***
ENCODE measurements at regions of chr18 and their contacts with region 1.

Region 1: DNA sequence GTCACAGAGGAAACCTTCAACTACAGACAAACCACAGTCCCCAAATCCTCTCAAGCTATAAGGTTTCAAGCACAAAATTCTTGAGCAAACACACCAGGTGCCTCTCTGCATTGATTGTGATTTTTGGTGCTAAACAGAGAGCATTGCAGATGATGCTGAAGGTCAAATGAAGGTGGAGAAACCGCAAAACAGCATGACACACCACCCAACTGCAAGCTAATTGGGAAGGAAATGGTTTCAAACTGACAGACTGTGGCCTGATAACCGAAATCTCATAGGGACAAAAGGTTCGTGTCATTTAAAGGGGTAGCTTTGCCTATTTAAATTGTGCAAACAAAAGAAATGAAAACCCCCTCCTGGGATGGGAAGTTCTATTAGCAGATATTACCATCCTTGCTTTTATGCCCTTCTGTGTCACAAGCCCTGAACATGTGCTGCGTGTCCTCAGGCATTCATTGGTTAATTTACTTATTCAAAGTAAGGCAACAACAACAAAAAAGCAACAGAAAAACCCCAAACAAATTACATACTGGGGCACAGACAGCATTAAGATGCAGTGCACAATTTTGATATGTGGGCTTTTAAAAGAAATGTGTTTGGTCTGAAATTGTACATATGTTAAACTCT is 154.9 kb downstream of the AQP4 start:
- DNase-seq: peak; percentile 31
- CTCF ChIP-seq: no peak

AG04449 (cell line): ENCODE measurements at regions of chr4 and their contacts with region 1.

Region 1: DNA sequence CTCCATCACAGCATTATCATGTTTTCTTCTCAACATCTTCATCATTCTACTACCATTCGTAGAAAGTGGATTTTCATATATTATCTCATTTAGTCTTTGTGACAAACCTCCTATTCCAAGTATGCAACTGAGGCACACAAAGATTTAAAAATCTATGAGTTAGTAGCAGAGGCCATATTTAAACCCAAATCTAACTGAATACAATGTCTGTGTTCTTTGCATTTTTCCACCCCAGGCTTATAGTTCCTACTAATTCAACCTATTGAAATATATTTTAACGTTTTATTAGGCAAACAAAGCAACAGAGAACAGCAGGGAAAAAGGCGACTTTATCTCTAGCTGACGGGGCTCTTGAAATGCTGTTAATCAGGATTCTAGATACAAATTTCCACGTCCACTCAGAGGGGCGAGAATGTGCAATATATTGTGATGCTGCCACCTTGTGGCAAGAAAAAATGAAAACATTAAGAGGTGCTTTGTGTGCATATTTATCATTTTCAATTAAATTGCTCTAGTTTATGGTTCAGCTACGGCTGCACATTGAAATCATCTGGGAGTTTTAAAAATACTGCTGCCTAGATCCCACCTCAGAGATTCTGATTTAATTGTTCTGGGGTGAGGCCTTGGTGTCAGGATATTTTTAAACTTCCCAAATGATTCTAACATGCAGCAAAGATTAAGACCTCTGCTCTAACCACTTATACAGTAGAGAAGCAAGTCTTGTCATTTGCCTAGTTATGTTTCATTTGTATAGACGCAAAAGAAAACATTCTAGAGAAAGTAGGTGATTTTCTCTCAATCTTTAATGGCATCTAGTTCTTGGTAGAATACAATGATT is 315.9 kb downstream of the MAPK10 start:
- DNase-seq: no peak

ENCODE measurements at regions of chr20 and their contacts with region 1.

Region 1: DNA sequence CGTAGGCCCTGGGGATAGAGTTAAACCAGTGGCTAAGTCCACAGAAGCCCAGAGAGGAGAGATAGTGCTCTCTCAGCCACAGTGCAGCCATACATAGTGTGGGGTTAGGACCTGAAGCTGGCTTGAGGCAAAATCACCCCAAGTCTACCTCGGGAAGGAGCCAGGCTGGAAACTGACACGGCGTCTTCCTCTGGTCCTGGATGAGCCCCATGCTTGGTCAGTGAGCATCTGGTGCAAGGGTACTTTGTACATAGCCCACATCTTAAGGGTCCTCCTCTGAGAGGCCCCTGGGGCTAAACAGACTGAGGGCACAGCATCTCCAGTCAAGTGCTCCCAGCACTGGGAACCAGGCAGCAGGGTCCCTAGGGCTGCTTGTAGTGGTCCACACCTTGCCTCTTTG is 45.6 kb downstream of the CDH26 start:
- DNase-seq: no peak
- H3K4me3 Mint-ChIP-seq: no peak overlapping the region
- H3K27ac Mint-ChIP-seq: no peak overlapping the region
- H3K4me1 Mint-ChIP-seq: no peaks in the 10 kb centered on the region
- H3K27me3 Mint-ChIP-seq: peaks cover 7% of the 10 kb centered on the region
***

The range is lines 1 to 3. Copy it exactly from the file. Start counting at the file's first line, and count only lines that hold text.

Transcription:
ENCODE measurements at regions of chr18 and their contacts with region 1.

Region 1: DNA sequence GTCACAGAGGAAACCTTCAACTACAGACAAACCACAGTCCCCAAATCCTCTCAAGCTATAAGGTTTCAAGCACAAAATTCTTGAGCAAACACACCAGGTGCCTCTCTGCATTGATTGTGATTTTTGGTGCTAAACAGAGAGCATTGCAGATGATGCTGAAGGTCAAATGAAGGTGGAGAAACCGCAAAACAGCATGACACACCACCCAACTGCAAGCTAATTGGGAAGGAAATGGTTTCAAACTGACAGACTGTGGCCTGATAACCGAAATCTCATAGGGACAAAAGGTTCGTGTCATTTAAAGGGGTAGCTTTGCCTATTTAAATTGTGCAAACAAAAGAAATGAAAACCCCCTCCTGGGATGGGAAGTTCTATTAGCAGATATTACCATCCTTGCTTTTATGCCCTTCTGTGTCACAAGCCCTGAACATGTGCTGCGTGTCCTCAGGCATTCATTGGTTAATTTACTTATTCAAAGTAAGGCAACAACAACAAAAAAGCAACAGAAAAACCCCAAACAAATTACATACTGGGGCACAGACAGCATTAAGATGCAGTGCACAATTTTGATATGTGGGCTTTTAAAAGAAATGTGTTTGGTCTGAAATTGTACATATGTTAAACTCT is 154.9 kb downstream of the AQP4 start:
- DNase-seq: peak; percentile 31